"Regular James Blake collaborator" should explain everything one might need to know about Airhead's musical background—should, but doesn't. As much as their careers might be intertwined (the two collaborated as far back as 2010's smoothed-out glitch cut "Pembroke"), and as tight as their association might be, the 2012 singles leading up to Airhead's first full-length album revealed that he was more than capable of stepping out from Blake's shadow. The downside was that he delivered a handful of songs that still seemed like the products of a feeling-out process, an indecisive all-directions agenda that left listeners unsure of not only his next move but his current one. Was he edging towards a bare, ambient minimalism? A sunny patch of folk-guitar indie crossover? Some jittery update of IDM-injected technical dubstep? That unpredictability had some promise hidden away in there somewhere, but without a signature sound, the emerging artist remained a bit difficult to grasp. As it turns out, the release of For Years hasn't made that speculation any easier.
In collecting the a-sides from both of his 2012 singles and propping them up with another half-hour's worth of songs, Airhead's debut full-length only makes that stylistic restlessness more frustrating. Of those two singles, "Pyramid Lake" still sounds the most exciting; it's a swooping, sinister dubstep cut punctuated by King Tubby-style drum drops, pitched-up hiccupy wails, and an increasingly agitated synth arpeggio that sounds like an anxious escapee from Wiley's sound library. But it's "Wait," the earlier single that rode on mellow pastoral indie vibes to inert effect, which opens the LP. And while that sleepy-eyed, slow-motion drift doesn't dictate the exact style of the music, it definitely carries through as far as a low-impact quietude is concerned.
That said, it does work every so often. "Milkola Bottle" has a deep, melodic melancholy to it that rustles through the backbeat, buffeted around by heavy kicks and submerged under fluttery tones that maintain its forward motion. "Lightmeters" takes that tack from a different angle—it's the rhythm that feels mournful, as creaking joints and straining belt drives hold its shuffling, snare-heavy 2-step groove together through a soupy haze of subtly distorted indie-pop orchestration. But once the percussive energy level moves a tick or two lower, things practically dissolve into static. Ambient excursions like "Masami" and "Knives" feel more like interludes than songs, as though they're placeholders for actual ideas that might arrive later. And when "Azure Race" builds its aimless wow-and-flutter ooze into an actual crescendo, it results in an unwelcome surprise: cocktail-lounge trip-hop.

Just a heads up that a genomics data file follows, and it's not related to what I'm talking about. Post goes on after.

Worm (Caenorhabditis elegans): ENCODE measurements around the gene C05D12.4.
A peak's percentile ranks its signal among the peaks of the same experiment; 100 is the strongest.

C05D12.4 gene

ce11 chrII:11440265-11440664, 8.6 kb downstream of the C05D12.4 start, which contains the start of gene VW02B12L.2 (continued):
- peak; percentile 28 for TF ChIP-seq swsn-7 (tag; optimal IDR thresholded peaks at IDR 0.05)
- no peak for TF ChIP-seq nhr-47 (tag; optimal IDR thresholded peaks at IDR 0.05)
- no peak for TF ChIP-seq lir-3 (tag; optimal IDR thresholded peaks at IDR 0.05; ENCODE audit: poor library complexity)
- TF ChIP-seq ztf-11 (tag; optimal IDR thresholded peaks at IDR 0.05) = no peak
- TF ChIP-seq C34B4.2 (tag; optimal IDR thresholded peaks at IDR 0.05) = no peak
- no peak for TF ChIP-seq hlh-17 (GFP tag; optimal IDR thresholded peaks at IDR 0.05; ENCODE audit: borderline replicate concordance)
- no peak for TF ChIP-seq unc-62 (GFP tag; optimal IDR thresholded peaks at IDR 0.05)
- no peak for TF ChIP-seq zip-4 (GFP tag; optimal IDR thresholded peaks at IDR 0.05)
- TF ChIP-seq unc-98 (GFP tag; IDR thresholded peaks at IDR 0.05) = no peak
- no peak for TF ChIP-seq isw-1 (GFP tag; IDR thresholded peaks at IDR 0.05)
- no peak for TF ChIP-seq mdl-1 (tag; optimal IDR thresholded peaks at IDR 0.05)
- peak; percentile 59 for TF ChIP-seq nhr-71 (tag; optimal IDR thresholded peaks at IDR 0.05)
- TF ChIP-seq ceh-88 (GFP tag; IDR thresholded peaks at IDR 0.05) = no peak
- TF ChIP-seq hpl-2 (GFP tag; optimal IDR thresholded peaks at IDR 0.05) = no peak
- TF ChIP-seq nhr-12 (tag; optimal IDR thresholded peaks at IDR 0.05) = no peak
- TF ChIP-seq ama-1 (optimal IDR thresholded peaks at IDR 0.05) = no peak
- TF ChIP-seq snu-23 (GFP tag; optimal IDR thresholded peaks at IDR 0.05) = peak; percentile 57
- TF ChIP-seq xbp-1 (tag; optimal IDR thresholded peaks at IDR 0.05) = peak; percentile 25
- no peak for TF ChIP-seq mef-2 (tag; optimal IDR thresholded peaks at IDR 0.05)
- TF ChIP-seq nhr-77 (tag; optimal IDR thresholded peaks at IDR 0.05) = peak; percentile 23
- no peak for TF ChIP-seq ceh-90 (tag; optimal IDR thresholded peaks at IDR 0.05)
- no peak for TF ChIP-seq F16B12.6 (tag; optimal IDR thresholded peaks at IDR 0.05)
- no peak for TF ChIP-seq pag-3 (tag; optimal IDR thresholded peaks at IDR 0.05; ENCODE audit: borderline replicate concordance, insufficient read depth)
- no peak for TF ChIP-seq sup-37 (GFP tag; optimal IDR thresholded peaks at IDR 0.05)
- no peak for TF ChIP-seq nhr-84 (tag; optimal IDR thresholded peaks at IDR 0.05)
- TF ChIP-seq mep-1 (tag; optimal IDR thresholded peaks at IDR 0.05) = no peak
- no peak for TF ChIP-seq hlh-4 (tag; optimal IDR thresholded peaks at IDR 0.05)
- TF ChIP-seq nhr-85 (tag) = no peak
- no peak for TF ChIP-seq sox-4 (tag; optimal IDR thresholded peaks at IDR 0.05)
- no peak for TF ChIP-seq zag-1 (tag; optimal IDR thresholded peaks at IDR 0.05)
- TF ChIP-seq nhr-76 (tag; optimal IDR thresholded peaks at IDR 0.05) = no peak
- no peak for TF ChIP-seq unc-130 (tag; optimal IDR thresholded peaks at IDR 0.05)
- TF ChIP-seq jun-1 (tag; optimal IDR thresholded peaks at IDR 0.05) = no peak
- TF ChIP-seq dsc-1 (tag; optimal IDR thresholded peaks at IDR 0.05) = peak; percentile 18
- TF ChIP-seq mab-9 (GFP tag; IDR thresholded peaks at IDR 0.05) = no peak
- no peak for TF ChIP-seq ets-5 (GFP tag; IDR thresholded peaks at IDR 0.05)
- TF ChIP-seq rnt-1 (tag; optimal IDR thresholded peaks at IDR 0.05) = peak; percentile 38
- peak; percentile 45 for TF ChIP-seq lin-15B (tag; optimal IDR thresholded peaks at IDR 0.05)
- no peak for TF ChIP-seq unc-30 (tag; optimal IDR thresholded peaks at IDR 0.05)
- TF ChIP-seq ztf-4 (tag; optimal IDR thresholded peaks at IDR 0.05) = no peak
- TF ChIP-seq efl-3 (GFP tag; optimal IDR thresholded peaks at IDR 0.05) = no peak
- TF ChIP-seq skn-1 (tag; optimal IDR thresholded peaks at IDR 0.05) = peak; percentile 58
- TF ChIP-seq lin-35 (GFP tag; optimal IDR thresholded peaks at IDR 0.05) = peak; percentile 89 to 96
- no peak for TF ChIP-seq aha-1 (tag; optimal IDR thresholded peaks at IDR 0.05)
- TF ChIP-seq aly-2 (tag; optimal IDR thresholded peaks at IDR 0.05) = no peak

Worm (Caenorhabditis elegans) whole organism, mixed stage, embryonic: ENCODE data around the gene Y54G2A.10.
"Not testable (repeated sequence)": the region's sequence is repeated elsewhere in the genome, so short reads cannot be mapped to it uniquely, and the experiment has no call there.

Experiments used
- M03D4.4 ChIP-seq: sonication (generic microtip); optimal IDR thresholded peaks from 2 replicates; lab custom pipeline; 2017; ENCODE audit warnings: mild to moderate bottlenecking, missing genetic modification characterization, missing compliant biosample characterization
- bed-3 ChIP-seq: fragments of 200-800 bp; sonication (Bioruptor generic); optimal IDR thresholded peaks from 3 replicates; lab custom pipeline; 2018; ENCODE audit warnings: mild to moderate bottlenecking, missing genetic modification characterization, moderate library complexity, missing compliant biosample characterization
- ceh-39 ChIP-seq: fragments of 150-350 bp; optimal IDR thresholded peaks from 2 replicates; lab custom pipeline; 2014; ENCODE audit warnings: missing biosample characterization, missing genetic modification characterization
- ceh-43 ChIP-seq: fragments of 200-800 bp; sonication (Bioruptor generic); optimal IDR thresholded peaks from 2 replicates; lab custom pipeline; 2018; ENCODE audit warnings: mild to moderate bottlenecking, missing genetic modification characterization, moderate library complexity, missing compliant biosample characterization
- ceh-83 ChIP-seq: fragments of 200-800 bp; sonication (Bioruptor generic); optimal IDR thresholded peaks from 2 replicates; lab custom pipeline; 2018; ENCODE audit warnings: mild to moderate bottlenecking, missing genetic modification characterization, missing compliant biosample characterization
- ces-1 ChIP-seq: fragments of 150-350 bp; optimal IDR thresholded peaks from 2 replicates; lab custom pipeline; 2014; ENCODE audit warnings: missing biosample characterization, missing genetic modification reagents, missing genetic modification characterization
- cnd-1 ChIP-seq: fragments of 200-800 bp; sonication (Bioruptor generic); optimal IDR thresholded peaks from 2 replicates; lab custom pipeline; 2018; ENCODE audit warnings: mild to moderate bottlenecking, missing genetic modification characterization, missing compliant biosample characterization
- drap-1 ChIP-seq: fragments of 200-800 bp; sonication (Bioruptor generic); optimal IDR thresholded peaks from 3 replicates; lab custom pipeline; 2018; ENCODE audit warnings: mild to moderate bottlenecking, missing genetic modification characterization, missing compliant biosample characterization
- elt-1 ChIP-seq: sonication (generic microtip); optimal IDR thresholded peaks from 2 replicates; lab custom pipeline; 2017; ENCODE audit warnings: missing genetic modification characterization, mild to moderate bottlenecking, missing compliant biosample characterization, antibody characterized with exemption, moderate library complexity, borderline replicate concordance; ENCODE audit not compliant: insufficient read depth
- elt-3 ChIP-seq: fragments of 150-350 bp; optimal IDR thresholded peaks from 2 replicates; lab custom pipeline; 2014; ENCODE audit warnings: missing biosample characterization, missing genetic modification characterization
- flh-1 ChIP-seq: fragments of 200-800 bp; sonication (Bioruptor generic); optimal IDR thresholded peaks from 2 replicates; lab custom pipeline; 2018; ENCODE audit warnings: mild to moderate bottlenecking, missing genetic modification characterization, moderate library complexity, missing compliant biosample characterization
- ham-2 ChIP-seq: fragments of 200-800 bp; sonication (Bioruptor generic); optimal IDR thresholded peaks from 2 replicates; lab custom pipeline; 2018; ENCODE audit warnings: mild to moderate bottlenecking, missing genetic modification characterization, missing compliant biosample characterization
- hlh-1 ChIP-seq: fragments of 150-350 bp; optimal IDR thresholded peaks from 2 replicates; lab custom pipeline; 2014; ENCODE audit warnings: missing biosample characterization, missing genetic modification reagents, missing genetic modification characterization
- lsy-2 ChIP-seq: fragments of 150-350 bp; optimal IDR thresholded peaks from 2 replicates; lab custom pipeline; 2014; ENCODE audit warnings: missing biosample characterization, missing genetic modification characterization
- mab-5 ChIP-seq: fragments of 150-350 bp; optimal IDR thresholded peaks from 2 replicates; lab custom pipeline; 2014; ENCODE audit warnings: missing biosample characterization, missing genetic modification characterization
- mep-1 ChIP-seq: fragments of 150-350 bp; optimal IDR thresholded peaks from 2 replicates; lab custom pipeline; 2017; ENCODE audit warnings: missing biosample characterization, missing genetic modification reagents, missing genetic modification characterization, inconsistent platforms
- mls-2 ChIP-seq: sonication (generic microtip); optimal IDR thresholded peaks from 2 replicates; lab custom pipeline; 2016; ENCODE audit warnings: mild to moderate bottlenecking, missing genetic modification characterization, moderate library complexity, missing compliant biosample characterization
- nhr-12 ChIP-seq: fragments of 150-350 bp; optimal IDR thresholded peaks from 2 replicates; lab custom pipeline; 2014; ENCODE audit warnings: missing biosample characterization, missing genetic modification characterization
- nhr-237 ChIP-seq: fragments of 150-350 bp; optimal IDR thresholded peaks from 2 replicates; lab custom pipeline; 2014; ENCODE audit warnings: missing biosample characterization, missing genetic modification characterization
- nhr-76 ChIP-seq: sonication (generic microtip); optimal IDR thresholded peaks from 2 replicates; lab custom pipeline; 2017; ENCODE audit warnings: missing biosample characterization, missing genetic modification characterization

On the other hand, the album does at least present a couple of more interesting detours that Airhead might feel inclined to take in the future. "Faultline" smartly takes the more appealing bits of his ambient leanings—the abstract vocal snippets, the windswept acoustics, the sharp piano notes—and uses them to segue in and out of an insistent 4/4 that brings back striking memories of classic ambient techno. And while "Callow" follows the precedent of the indie-skewing "Wait" in integrating alt-pop vocals and gentle melodies, it does so in a way that builds around a prominent backbeat and has a vivid physicality winding its way through the twinkling chimes. If the place where most of this sound might be headed still seems elusive, we should just point Airhead towards the dancefloor—he seems to have that place figured out pretty well.